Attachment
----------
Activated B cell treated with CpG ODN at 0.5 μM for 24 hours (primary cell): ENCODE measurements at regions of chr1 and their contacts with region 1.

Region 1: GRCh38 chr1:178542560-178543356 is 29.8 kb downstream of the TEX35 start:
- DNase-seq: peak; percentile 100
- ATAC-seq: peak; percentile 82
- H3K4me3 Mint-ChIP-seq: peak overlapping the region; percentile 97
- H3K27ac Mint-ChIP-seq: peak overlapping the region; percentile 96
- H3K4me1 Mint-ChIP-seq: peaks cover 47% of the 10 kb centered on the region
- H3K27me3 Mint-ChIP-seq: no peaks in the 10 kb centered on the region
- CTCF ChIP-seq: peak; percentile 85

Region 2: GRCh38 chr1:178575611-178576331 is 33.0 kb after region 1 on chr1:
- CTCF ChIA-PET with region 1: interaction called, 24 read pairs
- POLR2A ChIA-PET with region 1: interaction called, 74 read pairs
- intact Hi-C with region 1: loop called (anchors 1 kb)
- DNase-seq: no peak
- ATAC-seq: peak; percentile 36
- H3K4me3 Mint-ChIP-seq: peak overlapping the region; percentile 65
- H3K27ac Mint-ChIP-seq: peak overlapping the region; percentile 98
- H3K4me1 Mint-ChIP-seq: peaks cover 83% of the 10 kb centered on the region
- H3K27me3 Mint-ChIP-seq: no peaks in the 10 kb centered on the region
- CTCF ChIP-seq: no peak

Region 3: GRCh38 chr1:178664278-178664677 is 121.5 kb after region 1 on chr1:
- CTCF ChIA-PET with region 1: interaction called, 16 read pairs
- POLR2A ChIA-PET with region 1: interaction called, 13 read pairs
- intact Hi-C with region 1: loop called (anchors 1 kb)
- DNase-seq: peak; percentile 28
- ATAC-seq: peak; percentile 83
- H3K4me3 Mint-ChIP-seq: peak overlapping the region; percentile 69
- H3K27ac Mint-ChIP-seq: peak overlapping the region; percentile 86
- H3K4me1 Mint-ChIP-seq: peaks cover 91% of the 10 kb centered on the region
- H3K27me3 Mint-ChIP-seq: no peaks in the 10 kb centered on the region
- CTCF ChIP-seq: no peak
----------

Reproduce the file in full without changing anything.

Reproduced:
Activated B cell treated with CpG ODN at 0.5 μM for 24 hours (primary cell): ENCODE measurements at regions of chr1 and their contacts with region 1.

Region 1: GRCh38 chr1:178542560-178543356 is 29.8 kb downstream of the TEX35 start:
- DNase-seq: peak; percentile 100
- ATAC-seq: peak; percentile 82
- H3K4me3 Mint-ChIP-seq: peak overlapping the region; percentile 97
- H3K27ac Mint-ChIP-seq: peak overlapping the region; percentile 96
- H3K4me1 Mint-ChIP-seq: peaks cover 47% of the 10 kb centered on the region
- H3K27me3 Mint-ChIP-seq: no peaks in the 10 kb centered on the region
- CTCF ChIP-seq: peak; percentile 85

Region 2: GRCh38 chr1:178575611-178576331 is 33.0 kb after region 1 on chr1:
- CTCF ChIA-PET with region 1: interaction called, 24 read pairs
- POLR2A ChIA-PET with region 1: interaction called, 74 read pairs
- intact Hi-C with region 1: loop called (anchors 1 kb)
- DNase-seq: no peak
- ATAC-seq: peak; percentile 36
- H3K4me3 Mint-ChIP-seq: peak overlapping the region; percentile 65
- H3K27ac Mint-ChIP-seq: peak overlapping the region; percentile 98
- H3K4me1 Mint-ChIP-seq: peaks cover 83% of the 10 kb centered on the region
- H3K27me3 Mint-ChIP-seq: no peaks in the 10 kb centered on the region
- CTCF ChIP-seq: no peak

Region 3: GRCh38 chr1:178664278-178664677 is 121.5 kb after region 1 on chr1:
- CTCF ChIA-PET with region 1: interaction called, 16 read pairs
- POLR2A ChIA-PET with region 1: interaction called, 13 read pairs
- intact Hi-C with region 1: loop called (anchors 1 kb)
- DNase-seq: peak; percentile 28
- ATAC-seq: peak; percentile 83
- H3K4me3 Mint-ChIP-seq: peak overlapping the region; percentile 69
- H3K27ac Mint-ChIP-seq: peak overlapping the region; percentile 86
- H3K4me1 Mint-ChIP-seq: peaks cover 91% of the 10 kb centered on the region
- H3K27me3 Mint-ChIP-seq: no peaks in the 10 kb centered on the region
- CTCF ChIP-seq: no peak